I’m going to talk about the first five of these tools in this article. In the next issue, we’ll talk about webpagetest.org, and I’ll give you a list of action steps you can take to speed up your photography website. Let’s see what the first five tools can tell you about your website.
Free Webpage Test Tools from Google
The tools from Google are pretty basic because they don’t allow you to use different connection speeds and server locations. However, they are from Google, so you better pay attention to them. Both TestMySite and PageSpeed Insights give you lots of suggestions for speeding up your site, but PageSpeed tends to break it down a bit better. If you want all the gory details, the Lighthouse report will give them to you. PageSpeed Insights was recently revamped and now incorporates Lighthouse metrics.
A word to the wise; don’t waste your time trying to get scores of 100, especially on mobile. Even https://google.com only got a 91/100 on mobile optimization and 99/100 on desktop (Fig. 1) before PageSpeed Insights was revamped. Now you can’t even analyze this URL with PageSpeed Insights.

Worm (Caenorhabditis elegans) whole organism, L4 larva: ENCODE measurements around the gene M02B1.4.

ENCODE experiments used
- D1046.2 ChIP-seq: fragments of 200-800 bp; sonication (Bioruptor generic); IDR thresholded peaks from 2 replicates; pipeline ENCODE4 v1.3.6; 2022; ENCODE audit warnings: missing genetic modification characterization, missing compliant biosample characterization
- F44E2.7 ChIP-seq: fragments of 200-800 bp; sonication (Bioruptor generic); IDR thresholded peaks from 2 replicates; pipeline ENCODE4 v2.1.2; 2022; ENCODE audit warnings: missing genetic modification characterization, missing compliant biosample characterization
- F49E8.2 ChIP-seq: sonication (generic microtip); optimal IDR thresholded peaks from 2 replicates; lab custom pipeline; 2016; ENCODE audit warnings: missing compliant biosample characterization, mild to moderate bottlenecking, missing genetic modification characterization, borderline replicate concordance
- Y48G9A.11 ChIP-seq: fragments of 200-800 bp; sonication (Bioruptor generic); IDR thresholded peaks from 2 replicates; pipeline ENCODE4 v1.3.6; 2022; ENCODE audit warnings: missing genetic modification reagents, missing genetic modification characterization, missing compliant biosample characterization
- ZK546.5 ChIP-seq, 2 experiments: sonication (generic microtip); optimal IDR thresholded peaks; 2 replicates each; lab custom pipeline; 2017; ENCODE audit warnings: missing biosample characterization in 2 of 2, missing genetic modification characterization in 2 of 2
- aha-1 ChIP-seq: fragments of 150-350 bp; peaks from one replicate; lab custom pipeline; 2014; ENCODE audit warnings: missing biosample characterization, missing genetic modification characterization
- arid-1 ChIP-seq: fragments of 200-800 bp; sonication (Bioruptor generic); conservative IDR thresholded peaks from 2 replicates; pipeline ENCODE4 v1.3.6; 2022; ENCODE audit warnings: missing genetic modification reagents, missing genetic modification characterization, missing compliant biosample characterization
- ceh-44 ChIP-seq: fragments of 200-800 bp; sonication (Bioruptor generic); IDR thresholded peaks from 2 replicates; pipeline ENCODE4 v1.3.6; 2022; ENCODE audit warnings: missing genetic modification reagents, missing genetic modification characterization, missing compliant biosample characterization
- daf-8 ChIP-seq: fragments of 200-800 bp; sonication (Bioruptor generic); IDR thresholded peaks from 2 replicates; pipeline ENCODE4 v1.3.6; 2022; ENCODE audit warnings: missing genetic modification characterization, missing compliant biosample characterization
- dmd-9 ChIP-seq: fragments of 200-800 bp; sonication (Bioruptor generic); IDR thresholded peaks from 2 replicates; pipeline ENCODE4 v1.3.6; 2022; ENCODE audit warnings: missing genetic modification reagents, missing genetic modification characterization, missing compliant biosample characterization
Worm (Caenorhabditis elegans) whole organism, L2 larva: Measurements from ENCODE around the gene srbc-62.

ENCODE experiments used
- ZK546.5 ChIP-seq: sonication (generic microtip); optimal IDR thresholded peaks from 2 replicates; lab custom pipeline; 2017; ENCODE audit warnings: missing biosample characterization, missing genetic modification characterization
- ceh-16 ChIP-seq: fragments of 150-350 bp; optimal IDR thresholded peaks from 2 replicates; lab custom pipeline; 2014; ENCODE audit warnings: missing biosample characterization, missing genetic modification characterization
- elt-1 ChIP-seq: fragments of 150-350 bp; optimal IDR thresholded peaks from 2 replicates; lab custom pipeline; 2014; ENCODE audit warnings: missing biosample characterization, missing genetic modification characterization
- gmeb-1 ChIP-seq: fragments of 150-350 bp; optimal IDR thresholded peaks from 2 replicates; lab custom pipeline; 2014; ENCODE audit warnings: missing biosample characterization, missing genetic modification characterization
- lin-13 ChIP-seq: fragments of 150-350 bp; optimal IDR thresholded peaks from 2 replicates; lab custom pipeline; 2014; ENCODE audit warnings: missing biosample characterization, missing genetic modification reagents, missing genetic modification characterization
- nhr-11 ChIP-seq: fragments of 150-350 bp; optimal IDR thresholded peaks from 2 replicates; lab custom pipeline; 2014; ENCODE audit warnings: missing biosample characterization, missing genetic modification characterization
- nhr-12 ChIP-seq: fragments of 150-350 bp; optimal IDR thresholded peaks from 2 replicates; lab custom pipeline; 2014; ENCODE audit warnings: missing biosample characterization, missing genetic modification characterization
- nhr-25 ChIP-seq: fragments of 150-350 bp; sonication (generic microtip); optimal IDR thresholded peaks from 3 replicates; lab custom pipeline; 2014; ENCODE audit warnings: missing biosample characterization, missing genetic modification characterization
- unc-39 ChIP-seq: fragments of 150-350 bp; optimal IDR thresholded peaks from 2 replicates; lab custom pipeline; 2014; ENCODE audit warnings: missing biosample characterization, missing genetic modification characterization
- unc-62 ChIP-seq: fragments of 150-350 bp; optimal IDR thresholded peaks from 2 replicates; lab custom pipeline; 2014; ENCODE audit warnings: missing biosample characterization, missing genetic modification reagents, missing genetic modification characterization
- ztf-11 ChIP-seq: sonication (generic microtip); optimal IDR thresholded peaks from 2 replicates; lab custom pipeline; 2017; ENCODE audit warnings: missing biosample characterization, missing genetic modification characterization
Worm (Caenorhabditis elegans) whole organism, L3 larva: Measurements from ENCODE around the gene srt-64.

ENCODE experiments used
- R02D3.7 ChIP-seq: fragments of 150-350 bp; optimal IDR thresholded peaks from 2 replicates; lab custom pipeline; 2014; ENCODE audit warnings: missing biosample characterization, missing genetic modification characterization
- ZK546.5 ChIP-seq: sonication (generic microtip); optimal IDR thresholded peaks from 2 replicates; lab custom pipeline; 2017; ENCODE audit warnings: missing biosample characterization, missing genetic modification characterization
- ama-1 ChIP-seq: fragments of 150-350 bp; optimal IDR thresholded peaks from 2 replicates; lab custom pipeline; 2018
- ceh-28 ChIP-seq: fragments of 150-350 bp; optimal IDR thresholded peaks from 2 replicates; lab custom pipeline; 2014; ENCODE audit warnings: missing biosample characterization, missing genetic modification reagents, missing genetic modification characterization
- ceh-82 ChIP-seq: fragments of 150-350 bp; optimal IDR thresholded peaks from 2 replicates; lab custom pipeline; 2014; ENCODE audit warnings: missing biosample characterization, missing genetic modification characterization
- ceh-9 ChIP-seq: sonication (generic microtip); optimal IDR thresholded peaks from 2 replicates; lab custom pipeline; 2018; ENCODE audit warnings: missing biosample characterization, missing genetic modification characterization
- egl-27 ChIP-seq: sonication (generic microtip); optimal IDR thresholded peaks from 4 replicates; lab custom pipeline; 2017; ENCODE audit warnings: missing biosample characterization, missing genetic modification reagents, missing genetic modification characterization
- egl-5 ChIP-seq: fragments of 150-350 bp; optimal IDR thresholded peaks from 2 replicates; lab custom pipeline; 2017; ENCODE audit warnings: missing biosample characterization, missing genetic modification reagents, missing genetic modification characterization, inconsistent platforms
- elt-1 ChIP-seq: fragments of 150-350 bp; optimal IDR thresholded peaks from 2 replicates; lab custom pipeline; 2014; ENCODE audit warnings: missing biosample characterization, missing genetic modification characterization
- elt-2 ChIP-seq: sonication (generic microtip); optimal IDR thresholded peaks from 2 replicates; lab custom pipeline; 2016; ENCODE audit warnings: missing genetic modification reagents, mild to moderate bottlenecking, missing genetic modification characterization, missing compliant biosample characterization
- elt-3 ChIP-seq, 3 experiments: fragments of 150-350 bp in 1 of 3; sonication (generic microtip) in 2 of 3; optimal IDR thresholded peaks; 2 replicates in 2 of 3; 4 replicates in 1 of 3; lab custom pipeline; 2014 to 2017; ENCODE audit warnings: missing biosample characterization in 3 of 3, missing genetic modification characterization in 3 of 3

TestMySite – testmysite.thinkwithgoogle.com
Google’s TestMySite mobile tool will test any URL and generate a report that can be emailed to you (or to your webmaster). It will measure how long it takes your website to load over a 3G network and estimate what percentage of visitors you may lose due to loading time. It will also compare your website’s loading speed to those in your industry. Furthermore, it will give you Google’s top recommendations for speeding up your website.
Google’s PageSpeed Insights
How do the websites of the PPA Board members stack up? I re-analyzed them all through the new version of PageSpeed Insights (December 17th, 2018) and compared them to the data from September 2018. Using the same color coding as Google does to indicate “site health,” I have listed them in no particular order in Fig. 2 below. According to Google, there’s some room for improvement. With the changes in PageSpeed Insights, the desktop scores appear to have increased dramatically while mobile scores have generally decreased.